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National production of genetically modified pigs for organ xenotransplantation in humans

Grant number: 18/14275-5
Support type:Research Grants - Research Partnership for Technological Innovation - PITE
Duration: December 01, 2018 - November 30, 2021
Field of knowledge:Biological Sciences - Genetics
Principal Investigator:Silvano Mario Attilio Raia
Grantee:Silvano Mario Attilio Raia
Home Institution: Faculdade de Medicina (FM). Universidade de São Paulo (USP). São Paulo, SP, Brazil
Company: EMS S A
CNAE: Atividades de atenção à saúde humana não especificadas anteriormente
CNAE: Atividades de atenção à saúde humana não especificadas anteriormente
City: São PauloHortolândia
Co-Principal Investigators:Jorge Elias Kalil Filho ; Maria Rita dos Santos e Passos Bueno ; Mayana Zatz
Assoc. researchers:Ernesto da Silveira Goulart Guimarães ; Luciano Abreu Brito ; Luiz Carlos de Caires Júnior

Abstract

Motivated by the growing need for transplantation-available organs and the latest developments in genomic editing technologies such as the CRISPR-Cas9 system, significant progress in the efficiency and safety of xenotransplantation techniques has been achieved in the last two years. Genetically engineered pigs developed to prevent receptor hyperacute immune rejection have been successfully developed in other countries. However, the possibility of cross-infection of pathogens such as PERVs (porcine endogenous retrovirus) must be controlled before the starting of therapeutic trials in humans. This project proposes the innovative national production of genetically modified pigs where genes known as inducers of hyperacute rejection (GGTA1 / CMAH / ²4GalNT2) will be knocked out. Furthermore, the copies of the PERV pol gene will be inactivated from the porcine genomic DNA. To this end, this project associates geneticists, immunologists, surgeons and clinicians with known experience and credibility in their respective area of knowledge for the development of a national biotechnological based product. At the very end, we aim to provide the population in waiting list for transplants a viable alternative and definitive therapy, thus shortening the suffering of the patients and their families. Furthermore, besides technological aspects, the viability of xenotransplantation in Brazil will require great efforts to conciliate ethical, religious and legal aspects. On this respect, our previous experience as a pioneer of intervivos liver transplantation in the world in the 80s will be extremely valuable. (AU)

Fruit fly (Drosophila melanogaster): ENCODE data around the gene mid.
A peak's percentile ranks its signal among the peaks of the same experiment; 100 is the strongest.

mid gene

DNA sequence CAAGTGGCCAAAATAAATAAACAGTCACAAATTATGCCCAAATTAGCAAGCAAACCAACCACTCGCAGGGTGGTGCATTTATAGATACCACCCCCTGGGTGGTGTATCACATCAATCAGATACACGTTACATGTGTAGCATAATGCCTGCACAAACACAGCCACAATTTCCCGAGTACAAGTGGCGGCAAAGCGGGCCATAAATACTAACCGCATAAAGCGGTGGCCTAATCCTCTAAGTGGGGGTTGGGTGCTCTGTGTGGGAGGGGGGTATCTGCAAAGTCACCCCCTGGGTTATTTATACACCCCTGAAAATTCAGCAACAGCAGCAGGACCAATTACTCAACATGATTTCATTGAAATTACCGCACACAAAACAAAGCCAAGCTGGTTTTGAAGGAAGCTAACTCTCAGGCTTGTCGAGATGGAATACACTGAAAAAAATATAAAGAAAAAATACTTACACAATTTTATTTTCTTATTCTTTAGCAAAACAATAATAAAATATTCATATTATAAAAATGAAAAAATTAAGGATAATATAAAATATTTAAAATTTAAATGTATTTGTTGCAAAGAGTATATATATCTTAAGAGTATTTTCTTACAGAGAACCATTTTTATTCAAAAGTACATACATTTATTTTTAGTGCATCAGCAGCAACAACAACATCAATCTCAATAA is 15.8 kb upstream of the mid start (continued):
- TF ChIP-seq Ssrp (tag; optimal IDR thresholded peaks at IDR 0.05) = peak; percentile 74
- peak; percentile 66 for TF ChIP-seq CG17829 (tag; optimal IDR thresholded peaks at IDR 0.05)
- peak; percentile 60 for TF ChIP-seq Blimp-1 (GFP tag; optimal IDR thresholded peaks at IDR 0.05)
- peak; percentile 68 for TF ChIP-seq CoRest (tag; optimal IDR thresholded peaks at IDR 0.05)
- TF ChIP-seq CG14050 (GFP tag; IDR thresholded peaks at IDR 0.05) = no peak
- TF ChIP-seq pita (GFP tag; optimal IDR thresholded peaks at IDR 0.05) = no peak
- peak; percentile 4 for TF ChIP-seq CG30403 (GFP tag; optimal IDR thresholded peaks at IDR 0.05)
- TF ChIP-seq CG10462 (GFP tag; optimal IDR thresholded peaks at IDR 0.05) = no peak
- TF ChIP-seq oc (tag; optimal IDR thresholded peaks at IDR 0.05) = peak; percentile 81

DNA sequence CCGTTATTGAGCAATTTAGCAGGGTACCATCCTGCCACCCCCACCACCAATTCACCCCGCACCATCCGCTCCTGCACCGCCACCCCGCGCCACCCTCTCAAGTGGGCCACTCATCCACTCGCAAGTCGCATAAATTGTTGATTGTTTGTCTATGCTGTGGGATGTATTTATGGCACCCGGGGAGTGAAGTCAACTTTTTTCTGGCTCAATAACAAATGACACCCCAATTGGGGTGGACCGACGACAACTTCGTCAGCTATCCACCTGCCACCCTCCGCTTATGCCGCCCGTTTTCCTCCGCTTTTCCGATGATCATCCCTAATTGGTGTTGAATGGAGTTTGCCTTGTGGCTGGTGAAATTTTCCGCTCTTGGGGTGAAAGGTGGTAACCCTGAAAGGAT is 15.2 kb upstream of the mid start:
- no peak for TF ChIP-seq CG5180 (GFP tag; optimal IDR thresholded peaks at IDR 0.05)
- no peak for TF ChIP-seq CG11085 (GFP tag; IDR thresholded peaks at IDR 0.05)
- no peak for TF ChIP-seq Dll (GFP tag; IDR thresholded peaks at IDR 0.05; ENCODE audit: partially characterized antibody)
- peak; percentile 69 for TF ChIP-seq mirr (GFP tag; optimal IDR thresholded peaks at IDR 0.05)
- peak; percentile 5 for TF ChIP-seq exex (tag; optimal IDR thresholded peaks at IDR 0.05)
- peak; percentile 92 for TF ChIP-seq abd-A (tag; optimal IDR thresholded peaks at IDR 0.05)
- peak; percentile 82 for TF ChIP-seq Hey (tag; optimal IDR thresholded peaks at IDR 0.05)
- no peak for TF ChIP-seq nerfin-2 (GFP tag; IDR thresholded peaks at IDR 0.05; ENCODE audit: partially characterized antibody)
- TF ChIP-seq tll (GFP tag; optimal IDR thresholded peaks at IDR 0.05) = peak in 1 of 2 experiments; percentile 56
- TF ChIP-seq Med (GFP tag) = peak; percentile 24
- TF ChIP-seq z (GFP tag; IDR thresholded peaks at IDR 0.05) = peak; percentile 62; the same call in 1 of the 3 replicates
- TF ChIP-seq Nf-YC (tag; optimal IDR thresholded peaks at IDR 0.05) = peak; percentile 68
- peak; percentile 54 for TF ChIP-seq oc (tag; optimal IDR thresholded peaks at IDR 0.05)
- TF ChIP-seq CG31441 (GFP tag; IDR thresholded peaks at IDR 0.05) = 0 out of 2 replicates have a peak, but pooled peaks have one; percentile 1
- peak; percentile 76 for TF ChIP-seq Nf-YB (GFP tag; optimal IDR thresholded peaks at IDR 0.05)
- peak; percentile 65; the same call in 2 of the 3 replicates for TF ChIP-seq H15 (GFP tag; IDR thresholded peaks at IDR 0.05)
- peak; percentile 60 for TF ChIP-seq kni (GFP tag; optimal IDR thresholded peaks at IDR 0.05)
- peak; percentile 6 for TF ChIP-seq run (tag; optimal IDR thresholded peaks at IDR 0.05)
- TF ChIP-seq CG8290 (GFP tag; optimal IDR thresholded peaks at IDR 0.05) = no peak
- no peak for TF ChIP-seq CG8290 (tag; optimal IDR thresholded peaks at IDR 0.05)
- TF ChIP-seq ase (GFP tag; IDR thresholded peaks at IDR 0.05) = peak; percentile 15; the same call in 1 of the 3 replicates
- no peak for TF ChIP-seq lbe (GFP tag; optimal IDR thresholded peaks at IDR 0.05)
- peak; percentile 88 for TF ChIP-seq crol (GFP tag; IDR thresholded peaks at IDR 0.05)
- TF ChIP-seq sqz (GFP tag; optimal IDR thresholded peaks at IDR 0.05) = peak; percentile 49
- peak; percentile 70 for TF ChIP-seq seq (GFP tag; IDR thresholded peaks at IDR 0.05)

Articles published in Agência FAPESP about the research grant
Brazil will have the technology to transplant pig organs into humans  
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